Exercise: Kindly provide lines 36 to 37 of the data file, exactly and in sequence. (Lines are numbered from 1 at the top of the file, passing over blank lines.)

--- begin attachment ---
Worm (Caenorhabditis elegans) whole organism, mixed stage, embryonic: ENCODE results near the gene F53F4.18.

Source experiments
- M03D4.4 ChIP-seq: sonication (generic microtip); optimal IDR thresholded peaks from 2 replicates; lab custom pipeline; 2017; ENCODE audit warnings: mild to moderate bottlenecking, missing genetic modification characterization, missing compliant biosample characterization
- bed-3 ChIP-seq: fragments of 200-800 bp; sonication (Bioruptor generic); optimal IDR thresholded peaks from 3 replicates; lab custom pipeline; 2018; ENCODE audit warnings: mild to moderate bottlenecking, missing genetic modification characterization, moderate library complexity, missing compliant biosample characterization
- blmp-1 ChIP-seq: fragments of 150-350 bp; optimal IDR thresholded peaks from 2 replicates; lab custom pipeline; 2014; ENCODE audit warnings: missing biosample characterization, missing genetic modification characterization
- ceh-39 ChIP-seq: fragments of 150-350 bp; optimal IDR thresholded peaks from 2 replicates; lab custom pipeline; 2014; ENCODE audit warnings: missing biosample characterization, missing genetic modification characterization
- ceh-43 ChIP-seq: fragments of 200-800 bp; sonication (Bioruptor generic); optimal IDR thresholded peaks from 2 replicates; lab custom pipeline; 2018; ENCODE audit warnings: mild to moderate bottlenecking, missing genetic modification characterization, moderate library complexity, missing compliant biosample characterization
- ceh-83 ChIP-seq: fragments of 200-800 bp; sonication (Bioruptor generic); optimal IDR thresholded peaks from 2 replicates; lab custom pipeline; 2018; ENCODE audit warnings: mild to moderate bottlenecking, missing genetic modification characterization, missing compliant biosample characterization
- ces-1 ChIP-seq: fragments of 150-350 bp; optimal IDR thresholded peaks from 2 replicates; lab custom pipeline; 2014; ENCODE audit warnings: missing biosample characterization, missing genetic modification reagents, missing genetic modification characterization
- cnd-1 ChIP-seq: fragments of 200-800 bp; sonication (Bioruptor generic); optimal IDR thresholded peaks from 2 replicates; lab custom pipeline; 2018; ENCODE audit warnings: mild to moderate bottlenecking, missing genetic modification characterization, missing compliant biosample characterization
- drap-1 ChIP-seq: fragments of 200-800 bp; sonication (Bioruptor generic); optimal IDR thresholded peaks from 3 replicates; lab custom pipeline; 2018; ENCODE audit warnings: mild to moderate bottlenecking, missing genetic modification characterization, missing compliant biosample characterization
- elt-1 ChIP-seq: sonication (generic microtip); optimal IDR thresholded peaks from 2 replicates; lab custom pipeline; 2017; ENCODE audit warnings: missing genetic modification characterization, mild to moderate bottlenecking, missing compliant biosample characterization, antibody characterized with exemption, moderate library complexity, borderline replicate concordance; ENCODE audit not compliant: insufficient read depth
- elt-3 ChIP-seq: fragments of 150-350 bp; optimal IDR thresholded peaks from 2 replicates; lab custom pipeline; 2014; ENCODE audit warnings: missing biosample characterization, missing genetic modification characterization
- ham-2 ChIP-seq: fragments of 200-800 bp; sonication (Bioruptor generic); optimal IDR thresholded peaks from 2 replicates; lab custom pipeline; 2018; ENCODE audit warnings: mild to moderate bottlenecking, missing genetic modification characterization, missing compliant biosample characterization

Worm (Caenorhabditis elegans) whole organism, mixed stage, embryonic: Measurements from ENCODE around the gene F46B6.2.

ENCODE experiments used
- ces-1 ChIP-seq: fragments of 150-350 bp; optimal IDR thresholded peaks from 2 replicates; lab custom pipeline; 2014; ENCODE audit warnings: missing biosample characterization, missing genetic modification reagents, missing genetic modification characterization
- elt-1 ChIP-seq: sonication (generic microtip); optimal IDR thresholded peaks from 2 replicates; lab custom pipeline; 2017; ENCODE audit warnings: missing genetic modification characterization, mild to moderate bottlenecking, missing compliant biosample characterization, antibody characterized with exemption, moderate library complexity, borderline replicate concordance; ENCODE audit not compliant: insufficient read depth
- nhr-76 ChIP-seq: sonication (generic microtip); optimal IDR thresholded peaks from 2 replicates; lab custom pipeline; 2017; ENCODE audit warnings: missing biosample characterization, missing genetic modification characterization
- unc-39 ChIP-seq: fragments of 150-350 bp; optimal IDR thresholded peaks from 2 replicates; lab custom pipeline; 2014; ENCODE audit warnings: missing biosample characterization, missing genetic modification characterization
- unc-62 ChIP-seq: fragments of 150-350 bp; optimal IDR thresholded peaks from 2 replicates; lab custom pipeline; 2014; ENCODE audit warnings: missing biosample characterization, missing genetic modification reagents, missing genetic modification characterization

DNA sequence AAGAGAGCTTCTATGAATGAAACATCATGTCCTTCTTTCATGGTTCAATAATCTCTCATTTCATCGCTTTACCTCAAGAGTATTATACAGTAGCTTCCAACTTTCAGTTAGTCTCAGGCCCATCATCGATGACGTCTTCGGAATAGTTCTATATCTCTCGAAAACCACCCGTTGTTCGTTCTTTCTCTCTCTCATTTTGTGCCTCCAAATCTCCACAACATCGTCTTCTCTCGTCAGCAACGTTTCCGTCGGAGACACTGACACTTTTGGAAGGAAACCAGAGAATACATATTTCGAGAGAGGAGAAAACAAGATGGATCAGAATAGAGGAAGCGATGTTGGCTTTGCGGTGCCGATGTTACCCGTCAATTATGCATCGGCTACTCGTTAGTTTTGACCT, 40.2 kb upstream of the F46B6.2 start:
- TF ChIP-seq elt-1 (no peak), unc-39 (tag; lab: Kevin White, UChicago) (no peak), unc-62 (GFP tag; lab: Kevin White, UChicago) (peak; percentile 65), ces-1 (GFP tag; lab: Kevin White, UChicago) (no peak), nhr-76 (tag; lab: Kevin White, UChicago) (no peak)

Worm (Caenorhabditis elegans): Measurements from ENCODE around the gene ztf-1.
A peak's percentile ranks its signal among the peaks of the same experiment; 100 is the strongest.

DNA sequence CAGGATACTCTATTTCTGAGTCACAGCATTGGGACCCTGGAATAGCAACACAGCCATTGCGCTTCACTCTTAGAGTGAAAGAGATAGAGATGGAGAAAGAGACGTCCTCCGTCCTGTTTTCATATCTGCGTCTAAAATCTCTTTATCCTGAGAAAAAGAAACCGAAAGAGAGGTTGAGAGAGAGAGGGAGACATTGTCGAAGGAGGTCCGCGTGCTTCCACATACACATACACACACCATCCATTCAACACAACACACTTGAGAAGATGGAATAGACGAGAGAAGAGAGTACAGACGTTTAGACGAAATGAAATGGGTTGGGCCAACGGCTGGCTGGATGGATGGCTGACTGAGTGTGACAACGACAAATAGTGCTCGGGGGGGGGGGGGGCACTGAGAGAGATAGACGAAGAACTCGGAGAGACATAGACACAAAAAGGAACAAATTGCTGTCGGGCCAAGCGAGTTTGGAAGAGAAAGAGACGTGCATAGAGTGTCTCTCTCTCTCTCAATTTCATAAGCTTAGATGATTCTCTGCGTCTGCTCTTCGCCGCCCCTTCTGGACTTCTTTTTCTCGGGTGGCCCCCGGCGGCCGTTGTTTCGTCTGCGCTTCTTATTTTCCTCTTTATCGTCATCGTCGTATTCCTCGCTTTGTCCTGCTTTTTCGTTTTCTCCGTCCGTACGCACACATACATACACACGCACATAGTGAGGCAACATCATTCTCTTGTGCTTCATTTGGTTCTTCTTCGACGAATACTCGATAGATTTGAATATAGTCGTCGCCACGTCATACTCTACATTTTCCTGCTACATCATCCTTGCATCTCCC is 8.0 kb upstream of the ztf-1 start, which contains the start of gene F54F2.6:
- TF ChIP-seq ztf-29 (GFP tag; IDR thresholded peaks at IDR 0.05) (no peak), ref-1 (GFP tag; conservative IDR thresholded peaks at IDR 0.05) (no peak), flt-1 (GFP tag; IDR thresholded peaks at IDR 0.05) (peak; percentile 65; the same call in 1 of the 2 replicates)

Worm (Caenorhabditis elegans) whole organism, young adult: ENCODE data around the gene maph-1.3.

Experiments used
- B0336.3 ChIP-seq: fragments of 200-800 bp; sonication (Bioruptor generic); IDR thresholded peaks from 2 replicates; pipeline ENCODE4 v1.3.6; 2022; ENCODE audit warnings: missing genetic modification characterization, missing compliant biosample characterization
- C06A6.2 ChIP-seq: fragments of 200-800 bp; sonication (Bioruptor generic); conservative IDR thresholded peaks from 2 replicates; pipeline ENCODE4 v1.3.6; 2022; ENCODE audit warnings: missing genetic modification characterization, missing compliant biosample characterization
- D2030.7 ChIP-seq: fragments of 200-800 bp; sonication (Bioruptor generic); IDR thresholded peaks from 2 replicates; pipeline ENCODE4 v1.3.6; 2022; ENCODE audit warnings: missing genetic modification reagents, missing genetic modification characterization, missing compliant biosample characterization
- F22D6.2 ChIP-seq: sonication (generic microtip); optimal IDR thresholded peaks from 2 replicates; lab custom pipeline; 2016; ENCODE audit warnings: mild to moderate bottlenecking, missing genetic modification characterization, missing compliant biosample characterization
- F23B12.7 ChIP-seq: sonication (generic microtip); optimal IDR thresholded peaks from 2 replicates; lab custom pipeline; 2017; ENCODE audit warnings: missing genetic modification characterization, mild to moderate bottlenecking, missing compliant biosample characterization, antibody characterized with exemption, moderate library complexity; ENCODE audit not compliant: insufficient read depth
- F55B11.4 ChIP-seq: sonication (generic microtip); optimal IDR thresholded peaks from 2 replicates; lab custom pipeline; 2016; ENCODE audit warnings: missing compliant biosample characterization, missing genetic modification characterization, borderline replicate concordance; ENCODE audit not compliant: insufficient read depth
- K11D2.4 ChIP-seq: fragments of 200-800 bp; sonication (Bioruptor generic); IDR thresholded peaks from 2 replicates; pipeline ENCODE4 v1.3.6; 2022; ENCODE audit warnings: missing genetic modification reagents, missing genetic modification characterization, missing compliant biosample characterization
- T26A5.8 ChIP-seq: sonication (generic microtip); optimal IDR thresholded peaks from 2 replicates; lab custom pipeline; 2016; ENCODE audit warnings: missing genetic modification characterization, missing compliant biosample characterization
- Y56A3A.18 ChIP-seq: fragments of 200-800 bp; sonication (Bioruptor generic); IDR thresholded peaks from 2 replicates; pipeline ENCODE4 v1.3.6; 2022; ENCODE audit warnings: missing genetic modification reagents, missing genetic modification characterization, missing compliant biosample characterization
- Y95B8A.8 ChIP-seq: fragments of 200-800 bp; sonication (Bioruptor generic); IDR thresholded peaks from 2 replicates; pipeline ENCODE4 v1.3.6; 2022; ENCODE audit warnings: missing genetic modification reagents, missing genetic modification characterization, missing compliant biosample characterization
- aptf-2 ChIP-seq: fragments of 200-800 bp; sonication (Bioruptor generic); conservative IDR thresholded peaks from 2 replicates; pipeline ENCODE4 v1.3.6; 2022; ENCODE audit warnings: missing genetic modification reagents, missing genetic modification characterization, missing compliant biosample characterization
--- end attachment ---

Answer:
- K11D2.4 ChIP-seq: fragments of 200-800 bp; sonication (Bioruptor generic); IDR thresholded peaks from 2 replicates; pipeline ENCODE4 v1.3.6; 2022; ENCODE audit warnings: missing genetic modification reagents, missing genetic modification characterization, missing compliant biosample characterization
- T26A5.8 ChIP-seq: sonication (generic microtip); optimal IDR thresholded peaks from 2 replicates; lab custom pipeline; 2016; ENCODE audit warnings: missing genetic modification characterization, missing compliant biosample characterization